The main difference between a cold and bronchitis relates to the severity of each. You probably won't get bronchitis unless you had a cold or some sort of upper respiratory infection first because bronchitis is normally caused by the common cold, and it develops when the airways leading to the lungs become inflamed and irritated. If you are suffering from a runny nose, sinus pain, and a mild cough or sore throat, you probably just have the common cold. In the event that your cold gets worse and you develop a persistent cough that is unproductive and lasts for a few weeks up to a month, you might have bronchitis. Another one of the main differences between a cold and bronchitis is your body temperature, because you may not run a fever with a cold, but you likely will run a fever with bronchitis.
If you have a cold that has lingered for longer than normal, you may be at risk for developing bronchitis. In addition to a persistent cough and fever, other symptoms of bronchitis typically include a painful burning sensation in the chest along with hoarseness or wheezing. It is very important that you see a doctor if you are unsure of the difference between a cold and bronchitis because bronchitis often requires medical treatment. Bronchitis is typically caused by either bacteria or a virus, and if bacteria is the cause of your bronchitis, your doctor can prescribe antibiotics to get rid of the infection.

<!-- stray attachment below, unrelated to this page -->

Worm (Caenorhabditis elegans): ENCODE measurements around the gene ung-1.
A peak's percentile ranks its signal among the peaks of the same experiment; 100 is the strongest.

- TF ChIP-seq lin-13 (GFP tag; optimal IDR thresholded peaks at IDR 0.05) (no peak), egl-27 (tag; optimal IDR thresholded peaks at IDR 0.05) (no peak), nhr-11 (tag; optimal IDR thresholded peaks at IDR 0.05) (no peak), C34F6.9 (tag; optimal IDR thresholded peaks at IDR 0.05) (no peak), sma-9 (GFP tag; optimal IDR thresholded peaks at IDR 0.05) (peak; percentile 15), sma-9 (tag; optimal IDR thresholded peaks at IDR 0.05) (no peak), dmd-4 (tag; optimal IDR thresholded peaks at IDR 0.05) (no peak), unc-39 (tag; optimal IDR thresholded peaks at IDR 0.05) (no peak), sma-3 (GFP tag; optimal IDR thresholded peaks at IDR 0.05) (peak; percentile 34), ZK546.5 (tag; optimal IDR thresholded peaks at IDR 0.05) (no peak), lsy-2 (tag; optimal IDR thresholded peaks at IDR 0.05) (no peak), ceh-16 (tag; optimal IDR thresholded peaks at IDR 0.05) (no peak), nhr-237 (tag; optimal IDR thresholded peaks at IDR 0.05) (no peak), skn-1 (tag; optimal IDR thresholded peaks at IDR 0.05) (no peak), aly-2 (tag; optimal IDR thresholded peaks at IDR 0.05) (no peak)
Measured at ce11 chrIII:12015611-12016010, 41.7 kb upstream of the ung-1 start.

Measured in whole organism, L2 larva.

Another reason why it is important to understand the difference between a cold and bronchitis is because bronchitis occasionally turns into pneumonia, which can be life-threatening. Your doctor will be able to evaluate your symptoms to determine whether you have the common cold, bronchitis, or pneumonia. The symptoms of bronchitis are often very similar to the symptoms of pneumonia, and for this reason many people mistake these illnesses for each other. With pneumonia, your fever will typically go much higher than it would if bronchitis were the problem. If you have pneumonia, you might also be experiencing shaking, chills, and shortness of breath.
Bronchitis is not considered a life-threatening illness, but if your cold has lasted for longer than a week and you have a very persistent cough that doesn't seem to be improving, you should definitely go see your doctor. In addition to antibiotics, your doctor may be able to prescribe a cough suppressant for you to take at night so your cough won't disrupt your sleep. Antibiotics may not be necessary if your bronchitis is viral, and it should go away on its own once your body rids itself of the virus that caused it.